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From "Parthasarathy, Mohan" <mpart...@hpe.com>
Subject Re: Can kafka internal state be purged ?
Date Tue, 25 Jun 2019 00:25:30 GMT
John,

Thanks for the nice explanation. When the repartitioning happens, does the window get associated
with the new partition i.e., now does a message with new timestamp has to appear on the repartition
topic for the window to expire ? It is possible that there is new stream of messages coming
in but post-map operation, the partitions in the repartitioned topic does not see the same
thing.

Thanks
Mohan

´╗┐On 6/24/19, 7:49 AM, "John Roesler" <john@confluent.io> wrote:

    Hey, this is a very apt question.
    
    GroupByKey isn't a great example because it doesn't actually change
    the key, so all the aggregation results are actually on records from
    the same partition. But let's say you do a groupBy or a map (or any
    operation that can change the key), followed by an aggregation. Now
    it's possible that the aggregation would need to process records from
    two different partitions. In such a case (key-changing operation
    followed by a stateful operation), Streams actually round-trips the
    data through an intermediate topic, called a repartition topic, before
    the aggregation. This has the effect, similar to the "shuffle" phase
    of map-reduce, of putting all the data into its *new* right partition,
    so then the aggregation can still process each of its partitions
    independently.
    
    Regarding the latter statement, even though you only have one
    instance, Streams _still_ processes each partition independently. The
    "unit of work" responsible for processing a partition is called a
    "task". So if you have 4 partitions, then your one instance actually
    has 4 state stores, one for each task, where each task only gets
    records from a single partition. The tasks can't see anything about
    each other, not their state nor other metadata like their current
    stream time. Otherwise, the results would depend on which tasks happen
    to be co-located with which other tasks. So, having to send your
    "purge" event to all partitions is a pain, but in the end, it buys you
    a lot, as you can add another instance to your cluster at any time,
    and Streams will scale up, and you'll know that the program is
    executing exactly the same way the whole time.
    
    -John
    
    On Sat, Jun 22, 2019 at 4:37 PM Parthasarathy, Mohan <mparthas@hpe.com> wrote:
    >
    > I can see the issue. But it raised other questions. Pardon my ignorance. Even though
partitions are processed independently, windows can be aggregating state from records read
from many partitions. Let us say there is a groupByKey followed by aggregate. In this case
how is the state reconciled across all the application instances ? Is there a designated instance
for a particular key ?
    >
    > In my case, there was only one instance processing records from all partitions and
it is kind of odd that windows did not expire even though I understand why now.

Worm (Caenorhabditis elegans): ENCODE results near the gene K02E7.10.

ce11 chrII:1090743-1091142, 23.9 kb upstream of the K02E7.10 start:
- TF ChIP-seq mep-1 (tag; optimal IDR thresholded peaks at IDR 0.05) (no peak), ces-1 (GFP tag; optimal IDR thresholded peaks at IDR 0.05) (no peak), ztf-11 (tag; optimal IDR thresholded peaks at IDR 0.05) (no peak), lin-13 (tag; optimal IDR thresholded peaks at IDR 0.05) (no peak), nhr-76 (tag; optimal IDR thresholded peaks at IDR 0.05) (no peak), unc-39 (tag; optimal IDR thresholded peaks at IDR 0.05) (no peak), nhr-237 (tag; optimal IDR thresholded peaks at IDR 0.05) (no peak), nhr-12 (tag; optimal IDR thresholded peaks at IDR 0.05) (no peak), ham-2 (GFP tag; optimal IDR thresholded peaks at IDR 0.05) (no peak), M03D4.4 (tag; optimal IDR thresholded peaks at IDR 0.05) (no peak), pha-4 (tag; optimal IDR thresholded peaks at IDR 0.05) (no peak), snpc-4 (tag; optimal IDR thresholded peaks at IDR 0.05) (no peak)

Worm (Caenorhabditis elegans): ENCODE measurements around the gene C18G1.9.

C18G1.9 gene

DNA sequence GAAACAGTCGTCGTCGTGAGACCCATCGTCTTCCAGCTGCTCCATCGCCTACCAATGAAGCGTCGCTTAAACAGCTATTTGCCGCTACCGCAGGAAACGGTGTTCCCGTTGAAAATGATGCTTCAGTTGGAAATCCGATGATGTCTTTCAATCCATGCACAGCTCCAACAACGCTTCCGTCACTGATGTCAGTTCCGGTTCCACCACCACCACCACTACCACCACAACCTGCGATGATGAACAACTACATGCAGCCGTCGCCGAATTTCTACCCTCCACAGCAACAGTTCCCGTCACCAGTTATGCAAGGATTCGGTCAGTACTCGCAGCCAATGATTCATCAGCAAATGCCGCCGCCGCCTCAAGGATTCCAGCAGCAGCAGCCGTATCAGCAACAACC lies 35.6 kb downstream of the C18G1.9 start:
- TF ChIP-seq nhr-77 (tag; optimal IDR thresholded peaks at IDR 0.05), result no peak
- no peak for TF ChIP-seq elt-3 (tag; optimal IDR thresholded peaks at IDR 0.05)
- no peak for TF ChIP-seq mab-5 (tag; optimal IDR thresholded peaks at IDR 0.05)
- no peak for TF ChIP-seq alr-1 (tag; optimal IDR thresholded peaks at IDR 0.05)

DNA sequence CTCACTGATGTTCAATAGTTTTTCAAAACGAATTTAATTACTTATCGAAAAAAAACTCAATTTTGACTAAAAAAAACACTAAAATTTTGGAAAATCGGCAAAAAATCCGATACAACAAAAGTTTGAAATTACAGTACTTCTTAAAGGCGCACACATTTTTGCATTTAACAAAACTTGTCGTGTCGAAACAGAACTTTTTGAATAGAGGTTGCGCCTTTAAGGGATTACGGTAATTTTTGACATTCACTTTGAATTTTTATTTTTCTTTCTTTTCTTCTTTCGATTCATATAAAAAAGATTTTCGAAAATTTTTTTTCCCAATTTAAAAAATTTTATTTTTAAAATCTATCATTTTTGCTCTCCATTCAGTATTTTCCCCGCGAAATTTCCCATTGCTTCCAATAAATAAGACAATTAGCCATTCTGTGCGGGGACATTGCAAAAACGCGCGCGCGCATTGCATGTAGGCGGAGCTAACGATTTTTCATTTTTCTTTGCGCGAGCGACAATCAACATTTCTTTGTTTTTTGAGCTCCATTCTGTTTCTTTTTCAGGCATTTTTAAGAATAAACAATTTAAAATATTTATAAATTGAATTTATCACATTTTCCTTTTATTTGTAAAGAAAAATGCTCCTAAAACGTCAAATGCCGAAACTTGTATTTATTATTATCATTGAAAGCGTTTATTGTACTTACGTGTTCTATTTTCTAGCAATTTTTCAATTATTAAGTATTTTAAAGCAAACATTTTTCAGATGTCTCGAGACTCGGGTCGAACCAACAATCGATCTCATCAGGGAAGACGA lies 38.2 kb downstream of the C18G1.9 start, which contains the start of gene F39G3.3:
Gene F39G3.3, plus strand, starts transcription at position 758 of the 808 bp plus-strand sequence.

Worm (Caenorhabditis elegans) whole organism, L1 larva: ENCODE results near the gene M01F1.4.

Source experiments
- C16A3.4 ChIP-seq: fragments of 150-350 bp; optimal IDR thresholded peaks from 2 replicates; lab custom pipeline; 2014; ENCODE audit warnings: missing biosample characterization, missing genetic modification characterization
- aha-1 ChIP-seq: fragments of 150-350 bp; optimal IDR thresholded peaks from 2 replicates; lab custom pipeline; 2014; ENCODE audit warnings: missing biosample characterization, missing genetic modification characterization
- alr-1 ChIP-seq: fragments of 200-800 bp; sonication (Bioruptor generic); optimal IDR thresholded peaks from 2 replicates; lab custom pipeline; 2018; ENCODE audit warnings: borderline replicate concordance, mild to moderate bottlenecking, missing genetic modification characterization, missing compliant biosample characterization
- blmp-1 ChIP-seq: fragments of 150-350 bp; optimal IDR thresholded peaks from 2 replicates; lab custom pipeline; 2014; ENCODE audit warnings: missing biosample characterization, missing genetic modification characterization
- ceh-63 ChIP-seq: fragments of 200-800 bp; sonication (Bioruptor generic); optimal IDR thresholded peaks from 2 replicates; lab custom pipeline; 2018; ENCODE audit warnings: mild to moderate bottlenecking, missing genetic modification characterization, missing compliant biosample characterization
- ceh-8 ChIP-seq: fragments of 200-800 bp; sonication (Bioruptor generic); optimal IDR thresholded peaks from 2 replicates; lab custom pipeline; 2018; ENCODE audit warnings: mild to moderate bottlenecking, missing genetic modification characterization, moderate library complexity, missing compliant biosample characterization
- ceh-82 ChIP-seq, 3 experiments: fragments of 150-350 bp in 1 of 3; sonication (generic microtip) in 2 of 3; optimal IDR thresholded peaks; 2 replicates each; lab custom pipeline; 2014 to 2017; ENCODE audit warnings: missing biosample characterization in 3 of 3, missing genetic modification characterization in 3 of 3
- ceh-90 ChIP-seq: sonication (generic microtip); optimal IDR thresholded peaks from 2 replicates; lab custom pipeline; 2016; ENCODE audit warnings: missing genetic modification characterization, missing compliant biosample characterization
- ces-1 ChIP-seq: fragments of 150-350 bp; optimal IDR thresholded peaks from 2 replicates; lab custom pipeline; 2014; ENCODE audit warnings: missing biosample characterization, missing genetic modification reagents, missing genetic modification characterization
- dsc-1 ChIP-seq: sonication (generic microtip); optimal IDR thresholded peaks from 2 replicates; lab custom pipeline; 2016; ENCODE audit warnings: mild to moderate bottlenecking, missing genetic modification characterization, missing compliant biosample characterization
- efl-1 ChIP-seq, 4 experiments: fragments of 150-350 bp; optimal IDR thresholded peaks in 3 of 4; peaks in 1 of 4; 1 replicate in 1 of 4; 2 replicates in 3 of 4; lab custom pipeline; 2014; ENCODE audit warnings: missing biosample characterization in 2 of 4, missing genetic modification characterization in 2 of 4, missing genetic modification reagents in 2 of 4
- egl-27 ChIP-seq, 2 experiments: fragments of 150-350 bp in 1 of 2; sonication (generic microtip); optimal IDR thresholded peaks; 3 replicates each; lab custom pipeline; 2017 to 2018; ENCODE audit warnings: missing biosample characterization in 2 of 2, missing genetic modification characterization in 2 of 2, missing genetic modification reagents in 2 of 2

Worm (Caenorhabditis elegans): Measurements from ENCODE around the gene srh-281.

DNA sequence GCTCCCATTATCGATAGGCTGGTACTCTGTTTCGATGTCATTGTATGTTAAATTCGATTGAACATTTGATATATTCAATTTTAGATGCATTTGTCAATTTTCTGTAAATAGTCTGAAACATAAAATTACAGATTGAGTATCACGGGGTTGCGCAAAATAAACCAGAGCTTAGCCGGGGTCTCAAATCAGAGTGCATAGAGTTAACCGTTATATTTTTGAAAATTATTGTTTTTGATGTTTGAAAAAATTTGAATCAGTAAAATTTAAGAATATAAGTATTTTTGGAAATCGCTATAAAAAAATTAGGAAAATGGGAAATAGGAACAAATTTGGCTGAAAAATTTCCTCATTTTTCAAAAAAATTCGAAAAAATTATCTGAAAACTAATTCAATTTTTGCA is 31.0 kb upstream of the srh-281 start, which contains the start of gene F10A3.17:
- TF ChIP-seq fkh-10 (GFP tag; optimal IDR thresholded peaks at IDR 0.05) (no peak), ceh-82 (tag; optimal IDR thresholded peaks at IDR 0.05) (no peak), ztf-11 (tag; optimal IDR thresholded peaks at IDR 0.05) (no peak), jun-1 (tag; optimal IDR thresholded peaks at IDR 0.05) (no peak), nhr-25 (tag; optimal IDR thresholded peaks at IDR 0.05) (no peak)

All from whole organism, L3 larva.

>
    > Thanks
    > Mohan
    >
    >
    > On 6/21/19, 2:25 PM, "John Roesler" <john@confluent.io> wrote:
    >
    >     No problem. It's definitely a subtlety. It occurs because each
    >     partition is processed completely independently of the others, so
    >     "stream time" is tracked per partition, and there's no way to look
    >     across at the other partitions to find out what stream time they have.
    >
    >     In general, it's not a problem because you'd expect all partitions to
    >     receive updates over time, but if you're specifically trying to send
    >     events that cause stuff to get flushed from the buffers, it can mess
    >     with you. It's especially notable in tests. So, for most tests, I just
    >     configure the topics to have one partition.
    >
    >     -John
    >
    >     On Fri, Jun 21, 2019 at 3:56 PM Parthasarathy, Mohan <mparthas@hpe.com>
wrote:
    >     >
    >     > That change "In the same partition" must explain what we are seeing. Unless
you see one message per partition, all windows will not expire. That is an interesting twist.
Thanks for the correction ( I will go back and confirm this.
    >     >
    >     > -mohan
    >     >
    >     >
    >     > On 6/21/19, 12:40 PM, "John Roesler" <john@confluent.io> wrote:
    >     >
    >     >     Sure, the record cache attempts to save downstream operators from
    >     >     unnecessary updates by also buffering for a short amount of time
    >     >     before forwarding. It forwards results whenever the cache fills up or
    >     >     whenever there is a commit. If you're happy to wait at least "commit
    >     >     interval" amount of time for updates, then you don't need to do
    >     >     anything, but if you're on the edge of your seat, waiting for these
    >     >     results, you can set cache.max.bytes.buffering to 0 to disable the
    >     >     record cache entirely. Note that this would hurt throughput in
    >     >     general, though.
    >     >
    >     >     Just a slight modification:
    >     >     * a new record with new timestamp > (all the previous timestamps
+
    >     >     grace period) will cause all the old windows *in the same partition*
    >     >     to close
    >     >     * yes, expiry of the window depends only on the event time
    >     >
    >     >     Hope this helps!
    >     >     -John
    >     >
    >     >     On Thu, Jun 20, 2019 at 11:42 AM Parthasarathy, Mohan <mparthas@hpe.com>
wrote:
    >     >     >
    >     >     > Could you tell me a little more about the delays about the record
caches and how I can disable it ?
    >     >     >
    >     >     >  If I could summarize my problem:
    >     >     >
    >     >     > -A new record with a new timestamp > all records sent before,
I expect *all* of the old windows to close
    >     >     > -Expiry of the windows depends only on the event time and not on
the key
    >     >     >
    >     >     > Are these two statements correct ?
    >     >     >
    >     >     > Thanks
    >     >     > Mohan
    >     >     >
    >     >     > On 6/20/19, 9:17 AM, "John Roesler" <john@confluent.io> wrote:
    >     >     >
    >     >     >     Hi!
    >     >     >
    >     >     >     In addition to setting the grace period to zero (or some small